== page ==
Street art, more trees, and transportation improvements coming Downtown Brooklyn as part of $40 million investment

adams announces downtown brooklyn investment
Downtown Brooklyn is getting a facelift with help from Mayor Eric Adams and the city’s parks and transportation departments.
Photo courtesy of Downtown Brooklyn Partnership

Bustling Downtown Brooklyn is getting some major upgrade of its public outdoor spaces, Mayor Eric Adams announced on Thursday, thanks to a $40 million investment to make the area both safer and more vibrant.

A $32 million capital upgrade will expand pedestrian space and improve traffic at five intersections along Flatbush Avenue between Livingston and Pacific streets. Those upgrades include added street greenery and new sidewalks, transportation upgrades with with improved bus service, pedestrian and roadway safety enhancements and new public art to liven up the roadway. 

A rendering of Fulton Street following upgrades.
Fulton Street will receive new street trees and seating areas in an effort to beautify the area. Photo courtesy of NYC Parks

The rest of the funds will be used project will also bring streetscape improvements and greenery along Fulton Street.

“With new street trees, tree pits, and seating on the way to Fulton Street, Downtown Brooklyn is about to get even more beautiful,” said Parks Department Commissioner Sue Donoghue.

“This is how we reimagine our city, reinvigorate our neighborhoods, and revitalize our business districts: with more room to walk, to bike, and to enjoy retail and restaurants safely,” Adams said in a statement. “And with our $375 million investment in vibrant, new public spaces, building on the work of the ‘New’ New York panel, we are delivering more public space in every single borough.”

Downtown Brooklyn is home to dozens of schools and universities, office buildings, and local government hubs like Brooklyn Borough Hall and both state and federal courthouses. During the week, the nabe’s streets and subway stations are filled with more than 70,000 workers and 5,5000 K-12 students heading to and from their schools and offices — and that’s not to mention the 51,000 Brooklynites who live in the nabe full-time. Mayor Adams said the project brings one of the city’s most populated economic hubs into the future with its enhanced greenspaces and efficient transportation options.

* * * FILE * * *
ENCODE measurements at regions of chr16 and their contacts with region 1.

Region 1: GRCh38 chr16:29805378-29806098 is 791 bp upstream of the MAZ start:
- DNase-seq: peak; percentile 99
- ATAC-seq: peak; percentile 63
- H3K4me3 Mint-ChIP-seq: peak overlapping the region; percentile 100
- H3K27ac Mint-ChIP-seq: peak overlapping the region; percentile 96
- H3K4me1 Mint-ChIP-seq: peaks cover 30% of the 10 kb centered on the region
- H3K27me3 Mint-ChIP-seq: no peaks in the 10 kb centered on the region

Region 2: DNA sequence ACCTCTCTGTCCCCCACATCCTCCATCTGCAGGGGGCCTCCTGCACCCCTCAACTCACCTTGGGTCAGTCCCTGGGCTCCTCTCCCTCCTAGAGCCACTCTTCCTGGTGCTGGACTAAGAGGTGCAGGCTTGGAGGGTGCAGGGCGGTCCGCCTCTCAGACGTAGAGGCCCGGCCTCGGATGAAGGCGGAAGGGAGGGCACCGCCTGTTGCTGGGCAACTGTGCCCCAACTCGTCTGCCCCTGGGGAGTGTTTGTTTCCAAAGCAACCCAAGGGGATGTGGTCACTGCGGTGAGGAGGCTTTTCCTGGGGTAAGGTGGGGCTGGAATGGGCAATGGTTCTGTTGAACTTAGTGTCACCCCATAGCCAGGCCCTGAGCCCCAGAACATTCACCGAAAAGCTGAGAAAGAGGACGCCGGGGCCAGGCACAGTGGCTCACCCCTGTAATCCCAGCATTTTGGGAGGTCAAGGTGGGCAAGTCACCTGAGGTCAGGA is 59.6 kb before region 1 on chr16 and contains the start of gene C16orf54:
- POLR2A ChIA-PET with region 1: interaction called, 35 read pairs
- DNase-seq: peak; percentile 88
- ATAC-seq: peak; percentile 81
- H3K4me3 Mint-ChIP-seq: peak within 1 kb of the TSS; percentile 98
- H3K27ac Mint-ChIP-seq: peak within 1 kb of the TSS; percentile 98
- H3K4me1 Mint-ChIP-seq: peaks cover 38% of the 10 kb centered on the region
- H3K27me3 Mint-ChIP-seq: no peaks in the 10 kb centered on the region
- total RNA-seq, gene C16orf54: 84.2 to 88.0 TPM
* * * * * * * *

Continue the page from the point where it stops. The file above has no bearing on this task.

The city’s Department of transportation is also looking to fill a “critical gap” in Brooklyn bike safety by converting Ashland Place to one-way northbound between Hanson Place and DeKalb Avenue and converting Hanson Place into a one-way westbound, between St. Felix Street and Ashland Place to make way for protected bike lanes and pedestrian safety measures. 

downtown brooklyn flatbush avenue
Five intersections along busy Flatbush Avenue will receive pedestrian and traffic safety upgrades. Photo courtesy of Michael Appleton/Mayoral Photography Office

The department will also create two-way bus only lanes on Livingston Street between Flatbush Avenue and Boerum Place, with bus islands to provide physical protection for riders boarding and exited buses. The initiative will bring faster and reliable services for 50,000 daily bus riders, according to the DOT. 

“Downtown Brooklyn is becoming an exciting example of variety of the ways the city can redesign our streets to prioritize safe and efficient transportation options,” said DOT commissioner Ydanis Rodriguez. “We’re building protected bike infrastructure, dedicated bus lanes, and adding pedestrian space to create a welcoming, vibrant commercial hub.”

The upgrades aim to benefit both pedestrian and drivers as it includes the addition of standard parallel parking at Fleet Place and Willoughby Street, painted asphalt art, shortened crosswalks and a new stop-controlled walkway across Willoughby Street. Construction is scheduled to begin in July.

The project is part of Mayor Adams’ $375 million investment in creating exciting, new public spaces across all five boroughs outlined in his “Working People’s Agenda,” and builds on a series of DOT projects to reimagine Downtown Brooklyn streets to prioritize pedestrians, cyclists, and mass transit, and enhance traffic safety.

“This project shows how multiagency collaboration and public-private partnerships can enhance our public spaces for the benefit of all New Yorkers,” Donoghue said.